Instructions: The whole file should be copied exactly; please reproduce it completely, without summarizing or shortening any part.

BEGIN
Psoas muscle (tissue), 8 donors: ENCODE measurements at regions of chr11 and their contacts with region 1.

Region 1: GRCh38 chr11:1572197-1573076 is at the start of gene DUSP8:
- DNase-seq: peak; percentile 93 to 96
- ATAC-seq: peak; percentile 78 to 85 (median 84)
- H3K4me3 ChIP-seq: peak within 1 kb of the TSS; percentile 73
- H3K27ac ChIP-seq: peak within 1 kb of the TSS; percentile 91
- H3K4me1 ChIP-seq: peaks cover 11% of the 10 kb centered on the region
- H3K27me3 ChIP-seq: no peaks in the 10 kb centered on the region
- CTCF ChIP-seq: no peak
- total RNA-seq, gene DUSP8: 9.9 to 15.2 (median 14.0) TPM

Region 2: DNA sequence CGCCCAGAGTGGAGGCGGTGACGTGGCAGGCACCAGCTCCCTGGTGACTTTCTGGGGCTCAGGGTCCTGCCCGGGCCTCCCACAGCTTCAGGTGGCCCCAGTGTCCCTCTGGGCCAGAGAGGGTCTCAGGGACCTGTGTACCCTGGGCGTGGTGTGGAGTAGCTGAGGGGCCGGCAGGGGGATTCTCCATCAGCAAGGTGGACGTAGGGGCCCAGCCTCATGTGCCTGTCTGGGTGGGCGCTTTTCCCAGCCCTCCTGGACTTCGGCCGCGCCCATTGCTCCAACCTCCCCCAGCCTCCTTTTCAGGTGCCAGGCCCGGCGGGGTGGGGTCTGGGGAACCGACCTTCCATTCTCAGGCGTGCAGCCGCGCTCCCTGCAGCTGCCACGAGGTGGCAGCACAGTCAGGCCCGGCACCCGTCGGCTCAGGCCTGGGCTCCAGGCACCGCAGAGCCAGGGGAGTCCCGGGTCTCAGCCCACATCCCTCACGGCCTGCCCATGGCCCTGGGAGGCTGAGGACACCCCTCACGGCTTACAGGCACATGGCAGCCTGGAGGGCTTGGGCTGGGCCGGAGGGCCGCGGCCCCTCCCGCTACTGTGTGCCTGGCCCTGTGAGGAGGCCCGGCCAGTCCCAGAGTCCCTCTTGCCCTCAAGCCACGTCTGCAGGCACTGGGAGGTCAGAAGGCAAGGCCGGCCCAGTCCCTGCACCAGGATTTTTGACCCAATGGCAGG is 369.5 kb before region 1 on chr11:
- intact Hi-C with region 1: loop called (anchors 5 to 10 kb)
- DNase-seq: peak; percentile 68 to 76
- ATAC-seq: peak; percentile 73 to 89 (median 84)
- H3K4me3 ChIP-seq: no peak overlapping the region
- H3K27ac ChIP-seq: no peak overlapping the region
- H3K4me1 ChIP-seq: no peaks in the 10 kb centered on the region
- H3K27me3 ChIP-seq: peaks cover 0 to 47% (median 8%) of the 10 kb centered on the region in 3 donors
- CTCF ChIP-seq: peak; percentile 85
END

Psoas muscle (tissue), 8 donors: ENCODE measurements at regions of chr11 and their contacts with region 1.

Region 1: GRCh38 chr11:1572197-1573076 is at the start of gene DUSP8:
- DNase-seq: peak; percentile 93 to 96
- ATAC-seq: peak; percentile 78 to 85 (median 84)
- H3K4me3 ChIP-seq: peak within 1 kb of the TSS; percentile 73
- H3K27ac ChIP-seq: peak within 1 kb of the TSS; percentile 91
- H3K4me1 ChIP-seq: peaks cover 11% of the 10 kb centered on the region
- H3K27me3 ChIP-seq: no peaks in the 10 kb centered on the region
- CTCF ChIP-seq: no peak
- total RNA-seq, gene DUSP8: 9.9 to 15.2 (median 14.0) TPM

Region 2: DNA sequence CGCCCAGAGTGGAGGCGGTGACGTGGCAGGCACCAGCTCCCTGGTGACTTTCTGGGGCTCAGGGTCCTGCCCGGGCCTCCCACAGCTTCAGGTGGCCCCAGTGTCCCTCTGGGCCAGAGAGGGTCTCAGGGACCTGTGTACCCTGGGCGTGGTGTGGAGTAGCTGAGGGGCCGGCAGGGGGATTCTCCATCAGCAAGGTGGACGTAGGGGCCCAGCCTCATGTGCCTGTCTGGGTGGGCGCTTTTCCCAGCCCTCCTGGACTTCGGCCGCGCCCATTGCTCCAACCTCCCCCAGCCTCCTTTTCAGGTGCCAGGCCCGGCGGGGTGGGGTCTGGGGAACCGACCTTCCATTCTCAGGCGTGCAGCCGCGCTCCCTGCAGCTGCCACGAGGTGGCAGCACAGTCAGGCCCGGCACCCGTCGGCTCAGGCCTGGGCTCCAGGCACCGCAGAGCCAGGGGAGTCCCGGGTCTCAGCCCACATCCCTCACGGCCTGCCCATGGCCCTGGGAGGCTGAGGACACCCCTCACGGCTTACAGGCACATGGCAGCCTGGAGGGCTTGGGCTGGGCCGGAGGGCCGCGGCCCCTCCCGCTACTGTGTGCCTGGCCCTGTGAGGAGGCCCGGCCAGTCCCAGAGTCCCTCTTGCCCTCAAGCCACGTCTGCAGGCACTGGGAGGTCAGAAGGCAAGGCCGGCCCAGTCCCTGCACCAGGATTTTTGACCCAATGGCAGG is 369.5 kb before region 1 on chr11:
- intact Hi-C with region 1: loop called (anchors 5 to 10 kb)
- DNase-seq: peak; percentile 68 to 76
- ATAC-seq: peak; percentile 73 to 89 (median 84)
- H3K4me3 ChIP-seq: no peak overlapping the region
- H3K27ac ChIP-seq: no peak overlapping the region
- H3K4me1 ChIP-seq: no peaks in the 10 kb centered on the region
- H3K27me3 ChIP-seq: peaks cover 0 to 47% (median 8%) of the 10 kb centered on the region in 3 donors
- CTCF ChIP-seq: peak; percentile 85